On 13 Dec 2011, at 16:47, Craig Weinberg wrote:

On Dec 13, 8:53 am, smi...@zonnet.nl wrote:
I explained my argument on this here:



As with Bruno's argument, the problem I have is not with the
reasoning, it's with the beginning assumptions. You say

"According to the computationalist theory of the mind, conscious
experiences are
identified with computational states of algorithms [1, 2]. This view
is the logical
conclusion one arrives at if one assumes that physics applies to
everything, including

I disagree completely.

Me too. It assumes physics is computational, which it is most plausibly not, in case "we" are machine (and thus described by a digital truncation of some physical processes). This entails that we cannot even assume a physical theory, but have to derive it from computer science.
Observation becomes a modality of (relative) self-reference.

There is nothing logical about identifying
conscious experiences with computational states.

Here I disagree with you.
Although there is nothing sure from which we could deduce such a relationship, we might still *infer* or *believe* that the brain is a "natural" computer, (that is the truncation of you at the digital level is a universal machine (in the Post, Church, Turing sense)).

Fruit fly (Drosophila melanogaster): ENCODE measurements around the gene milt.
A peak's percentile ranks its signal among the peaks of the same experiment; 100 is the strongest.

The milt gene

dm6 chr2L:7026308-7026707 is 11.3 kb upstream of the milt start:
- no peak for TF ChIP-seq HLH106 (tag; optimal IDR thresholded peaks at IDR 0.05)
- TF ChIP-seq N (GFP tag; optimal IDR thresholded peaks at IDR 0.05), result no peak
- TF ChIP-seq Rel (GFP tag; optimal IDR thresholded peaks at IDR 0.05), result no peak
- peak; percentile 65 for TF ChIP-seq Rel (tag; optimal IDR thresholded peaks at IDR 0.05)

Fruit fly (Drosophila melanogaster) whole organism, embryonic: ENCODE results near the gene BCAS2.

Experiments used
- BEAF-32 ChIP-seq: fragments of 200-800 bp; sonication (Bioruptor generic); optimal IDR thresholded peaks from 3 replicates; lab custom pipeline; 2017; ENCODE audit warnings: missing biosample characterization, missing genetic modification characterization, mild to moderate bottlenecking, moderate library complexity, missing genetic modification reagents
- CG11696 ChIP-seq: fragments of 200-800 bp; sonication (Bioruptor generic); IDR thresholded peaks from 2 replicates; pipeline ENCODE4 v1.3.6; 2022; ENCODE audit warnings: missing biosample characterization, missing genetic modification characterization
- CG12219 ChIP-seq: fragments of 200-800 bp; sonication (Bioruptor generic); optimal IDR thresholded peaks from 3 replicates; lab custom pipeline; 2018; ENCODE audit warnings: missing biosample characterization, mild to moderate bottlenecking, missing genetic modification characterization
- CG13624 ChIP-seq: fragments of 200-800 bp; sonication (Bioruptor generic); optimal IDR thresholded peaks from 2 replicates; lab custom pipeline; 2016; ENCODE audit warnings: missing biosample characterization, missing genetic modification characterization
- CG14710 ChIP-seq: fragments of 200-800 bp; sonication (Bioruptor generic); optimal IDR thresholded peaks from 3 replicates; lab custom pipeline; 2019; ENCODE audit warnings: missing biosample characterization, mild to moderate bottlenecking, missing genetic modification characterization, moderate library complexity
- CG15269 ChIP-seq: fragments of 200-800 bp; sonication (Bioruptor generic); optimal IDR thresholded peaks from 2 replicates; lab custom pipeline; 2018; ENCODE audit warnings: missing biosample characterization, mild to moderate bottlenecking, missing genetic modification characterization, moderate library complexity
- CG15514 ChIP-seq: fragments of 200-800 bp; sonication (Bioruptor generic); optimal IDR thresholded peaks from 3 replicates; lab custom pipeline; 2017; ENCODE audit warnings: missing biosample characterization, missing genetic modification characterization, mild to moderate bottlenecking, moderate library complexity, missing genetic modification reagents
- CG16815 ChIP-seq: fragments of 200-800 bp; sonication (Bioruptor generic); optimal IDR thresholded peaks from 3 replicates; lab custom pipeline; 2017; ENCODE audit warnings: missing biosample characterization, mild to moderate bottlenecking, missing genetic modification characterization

We can believe the brain is a computer like most of us would believe that the hart is a pump.

We do have evidence that whatever the level we choose to look on, when we observe an heart or a brain, nothing seems to violate finite local deterministic rules (machine).

Pain is not a number.


Blue is not a an algorithm which can be exported to non-visual

You assume non-comp. The fact that the experience of blueness is not a number does not make it impossible that "blueness" is "lived" through an arithmetical phenomenon involving self-reference of a machine with respect to infinities of machines and computations.

It's false.

You don't know that. You assume non-comp. You have not produce a refutation of comp, as far as I know.

A hopelessly unrecoverable category error which
is nonetheless quite intellectually seductive.

I agree that physics applies to everything, including us, which is why
the logical conclusion is:

We can enlarge the sense of the word physics, but currently, in the Aristotelian physicalist tradition, this is a form of reductionism. Physics assumes special universal machine, where the digital mechanist assumption force to take them all in consideration, and extract the one, or the cluster of "one" justifying the local possible truncations. But like in Mitra, and in Everett, "we" are always "in" an infinity of one. (And that's indeed the natural place where the counterfactuals can get some meaning and role, without attributing a physical activity to a physically inactive piece of primitive matter.